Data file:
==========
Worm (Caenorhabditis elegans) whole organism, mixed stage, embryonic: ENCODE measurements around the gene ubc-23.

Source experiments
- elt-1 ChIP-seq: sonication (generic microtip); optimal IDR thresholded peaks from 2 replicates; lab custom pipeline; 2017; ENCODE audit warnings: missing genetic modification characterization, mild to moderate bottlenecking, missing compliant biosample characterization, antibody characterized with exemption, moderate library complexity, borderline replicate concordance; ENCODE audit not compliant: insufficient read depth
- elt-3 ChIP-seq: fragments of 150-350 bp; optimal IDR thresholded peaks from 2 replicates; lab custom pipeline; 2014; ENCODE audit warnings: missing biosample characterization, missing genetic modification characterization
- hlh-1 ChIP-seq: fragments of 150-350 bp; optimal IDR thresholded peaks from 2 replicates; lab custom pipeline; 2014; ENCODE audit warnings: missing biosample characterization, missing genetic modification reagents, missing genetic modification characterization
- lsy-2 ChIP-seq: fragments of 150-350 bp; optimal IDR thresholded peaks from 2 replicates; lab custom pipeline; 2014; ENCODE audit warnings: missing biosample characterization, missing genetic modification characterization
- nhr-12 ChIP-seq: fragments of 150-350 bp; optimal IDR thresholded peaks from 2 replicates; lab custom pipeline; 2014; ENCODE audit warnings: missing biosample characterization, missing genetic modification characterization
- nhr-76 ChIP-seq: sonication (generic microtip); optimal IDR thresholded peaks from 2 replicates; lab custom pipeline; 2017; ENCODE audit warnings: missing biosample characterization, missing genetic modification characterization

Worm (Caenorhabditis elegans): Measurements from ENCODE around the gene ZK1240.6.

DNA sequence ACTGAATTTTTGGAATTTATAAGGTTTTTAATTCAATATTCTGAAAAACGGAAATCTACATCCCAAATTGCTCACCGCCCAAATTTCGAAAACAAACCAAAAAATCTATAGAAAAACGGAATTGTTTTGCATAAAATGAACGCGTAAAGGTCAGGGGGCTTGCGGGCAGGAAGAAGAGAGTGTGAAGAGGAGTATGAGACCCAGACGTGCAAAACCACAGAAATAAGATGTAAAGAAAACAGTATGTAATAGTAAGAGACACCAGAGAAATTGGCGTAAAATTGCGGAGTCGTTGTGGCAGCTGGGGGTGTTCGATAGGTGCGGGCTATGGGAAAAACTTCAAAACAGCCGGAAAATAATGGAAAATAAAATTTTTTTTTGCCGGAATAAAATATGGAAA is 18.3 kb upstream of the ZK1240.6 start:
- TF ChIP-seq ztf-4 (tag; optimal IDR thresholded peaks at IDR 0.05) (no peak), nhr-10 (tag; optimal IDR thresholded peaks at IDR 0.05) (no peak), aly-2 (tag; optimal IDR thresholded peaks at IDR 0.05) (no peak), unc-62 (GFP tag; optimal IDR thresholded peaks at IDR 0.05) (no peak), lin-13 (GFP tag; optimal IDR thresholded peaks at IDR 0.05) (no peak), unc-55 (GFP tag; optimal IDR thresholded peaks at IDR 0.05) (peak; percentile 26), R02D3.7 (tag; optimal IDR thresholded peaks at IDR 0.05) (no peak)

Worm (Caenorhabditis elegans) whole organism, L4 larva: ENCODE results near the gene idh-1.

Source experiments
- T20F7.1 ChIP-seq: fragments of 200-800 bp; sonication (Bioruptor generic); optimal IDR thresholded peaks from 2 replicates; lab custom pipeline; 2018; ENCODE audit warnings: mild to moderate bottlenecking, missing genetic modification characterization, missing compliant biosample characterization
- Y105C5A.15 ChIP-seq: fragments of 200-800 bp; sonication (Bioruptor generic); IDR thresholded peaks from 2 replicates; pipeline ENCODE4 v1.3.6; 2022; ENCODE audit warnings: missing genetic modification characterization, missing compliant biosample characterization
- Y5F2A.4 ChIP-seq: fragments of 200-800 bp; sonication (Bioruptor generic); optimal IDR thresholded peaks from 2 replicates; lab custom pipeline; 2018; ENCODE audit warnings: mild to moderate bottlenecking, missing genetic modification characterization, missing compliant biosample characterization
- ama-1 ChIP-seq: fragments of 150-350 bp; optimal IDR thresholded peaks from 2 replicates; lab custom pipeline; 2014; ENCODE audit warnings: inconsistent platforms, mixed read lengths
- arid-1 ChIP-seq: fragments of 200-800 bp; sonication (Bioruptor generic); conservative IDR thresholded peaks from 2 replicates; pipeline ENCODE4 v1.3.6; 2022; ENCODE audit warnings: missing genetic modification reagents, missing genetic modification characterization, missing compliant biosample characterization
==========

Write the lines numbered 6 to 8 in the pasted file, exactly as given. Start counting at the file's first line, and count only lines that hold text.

- lsy-2 ChIP-seq: fragments of 150-350 bp; optimal IDR thresholded peaks from 2 replicates; lab custom pipeline; 2014; ENCODE audit warnings: missing biosample characterization, missing genetic modification characterization
- nhr-12 ChIP-seq: fragments of 150-350 bp; optimal IDR thresholded peaks from 2 replicates; lab custom pipeline; 2014; ENCODE audit warnings: missing biosample characterization, missing genetic modification characterization
- nhr-76 ChIP-seq: sonication (generic microtip); optimal IDR thresholded peaks from 2 replicates; lab custom pipeline; 2017; ENCODE audit warnings: missing biosample characterization, missing genetic modification characterization